Syntactic development in early foreign language learning: Effects of L1 transfer, input and individual factors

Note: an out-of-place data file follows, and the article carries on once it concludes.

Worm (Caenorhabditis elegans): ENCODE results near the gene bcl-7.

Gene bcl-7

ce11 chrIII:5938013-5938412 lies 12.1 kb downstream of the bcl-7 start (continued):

This study explores parallels and differences in the comprehension of wh-questions and relative clauses between early foreign-language (FL) learners and monolingual children. We test for (a) effects of syntactic first-language (L1) transfer, (b) the impact of input on syntactic development, and (c) the impact of individual differences on early FL syntactic development. We compare the results to findings in child second language (L2) naturalistic acquisition and adult FL acquisition. Following work on adult FL acquisition, we carried out a picture-based interpretation task with 243 child FL learners in fourth grade at different regular, partial, and high-immersion schools in Germany plus 68 monolingual English children aged 5 to 8 years as controls. The child FL learners display a strong subject-first preference but do not appear to use the L1 syntax in comprehension. Input differences across different schools affect overall accuracy, with students at high-immersion FL schools catching up to monolingual performance within 4 years of learning. Finally, phonological awareness is implicated in both early FL learning and naturalistic child L2 development. These findings suggest that early FL development resembles child L2 acquisition in speed and effects of individual factors, yet is different from adult FL acquisition due to the absence of L1 transfer effects.